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Improving Combustion Efficiencyin Remote Alaska Community MSW-Burn Units

Award Information
Agency: Environmental Protection Agency
Branch: N/A
Contract: EPD08044
Agency Tracking Number: B07M1-0332
Amount: $70,000.00
Phase: Phase I
Program: SBIR
Solicitation Topic Code: 07-NCER-M1
Solicitation Number: PR-NC-07-10155
Solicitation Year: 2008
Award Year: 2008
Award Start Date (Proposal Award Date): 2008-03-01
Award End Date (Contract End Date): 2008-08-31
Small Business Information
HC 63 Box 1313A
Tok, AK 99780
United States
DUNS: 122815710
HUBZone Owned: No
Woman Owned: No
Socially and Economically Disadvantaged: No
Principal Investigator
 Martin Marshall
 (907) 883-5055
Business Contact
 Martin Marshall
Title: Owner
Phone: (907) 883-5055
Research Institution

Approximately 180 to 225 very remote communities, the bulk inaccessible by road, with populations averaging 200 to 500 people, are located in Alaska for which the open burning of municipal solid waste is prevalent, inevitable, and necessary to minimize environmental health concerns. Other waste management options, including conventional incinerators, are not feasible for this unique population group, overwhelmingly comprised of Alaska Native Villages.

A decade ago, open dump burning and household barrel burning dominated waste management practices. Today, contained communal burning in what are termed “burnboxes” is the accepted combustion method. These units have proven affordable and adaptable to challenging village operational needs and unique operating conditions.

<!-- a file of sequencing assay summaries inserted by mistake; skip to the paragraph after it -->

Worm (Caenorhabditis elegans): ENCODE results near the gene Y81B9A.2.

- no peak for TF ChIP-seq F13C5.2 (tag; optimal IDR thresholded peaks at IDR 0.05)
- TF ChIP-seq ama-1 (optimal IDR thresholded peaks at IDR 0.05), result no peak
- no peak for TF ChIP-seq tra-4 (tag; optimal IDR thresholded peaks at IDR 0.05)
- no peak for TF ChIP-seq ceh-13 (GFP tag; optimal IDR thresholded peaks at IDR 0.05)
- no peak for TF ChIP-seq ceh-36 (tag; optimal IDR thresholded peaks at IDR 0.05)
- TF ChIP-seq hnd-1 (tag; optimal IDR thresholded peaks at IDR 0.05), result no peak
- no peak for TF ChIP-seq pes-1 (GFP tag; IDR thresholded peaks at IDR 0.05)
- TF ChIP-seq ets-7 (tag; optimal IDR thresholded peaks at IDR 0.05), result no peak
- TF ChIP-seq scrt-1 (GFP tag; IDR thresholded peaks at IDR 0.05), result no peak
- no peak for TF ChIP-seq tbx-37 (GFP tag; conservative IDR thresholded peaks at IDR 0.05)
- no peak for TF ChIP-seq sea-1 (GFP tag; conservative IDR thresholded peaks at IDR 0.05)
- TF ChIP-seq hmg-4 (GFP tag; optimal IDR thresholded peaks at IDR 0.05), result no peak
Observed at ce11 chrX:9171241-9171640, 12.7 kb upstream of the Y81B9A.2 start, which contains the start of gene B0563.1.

It is well established that even contained and designed open burning presents a significant potential health risk, but in the absence of a feasible alternative, waste burning will continue. In fact, without burnboxes, open dump burning, burning in barrels in town, disposal in drinking and food source water bodies, increased disease transmission and contact risks, increased in-town waste storage, and increased fire danger will present in their place. For the foreseeable future, the resultant cumulative environmental health risk of eliminating burnboxes would be considerably higher.

Thus, this project seeks to improve the emissions performance of the burnbox while maintaining its target community usability. While not measured in situ, burnboxes are thought to operate at temperatures between 600°F and 1200°F. Conventional incinerators operate at temperatures in excess of 1600°F (typically higher). The burn temperature of burnboxes is thus considered to be a primary factor in their poorer emissions. In Phase I, Tok Welding and Fabrication seeks to develop a higher temperature waste combustion unit via the manufacture of a composite chamber wall of steel-sandwiched Insulfrax, a bio-soluble calcium-magnesium-silicate insulative material designed to withstand continuous temperatures of up to 1000°C (1832°F). To evaluate the results, a pilot longitudinal comparative study will be performed, with the single- and composite-wall units operated side-by-side under village field conditions. Ambient weather will be recorded via a Davis field weather station, and burnbox temperatures will be measured via high temperature monitoring probes and a hand-held laser unit as backup. The resulting heat retention of the innovation is anticipated to produce substantially higher burn temperatures compared to the current unit. The improved emissions and reduced potential exposure duration (reduced burn time) will incur only a nominal increase in capital cost, with expected zero impact on the current ultra-low operational and maintenance design.

* Information listed above is at the time of submission. *

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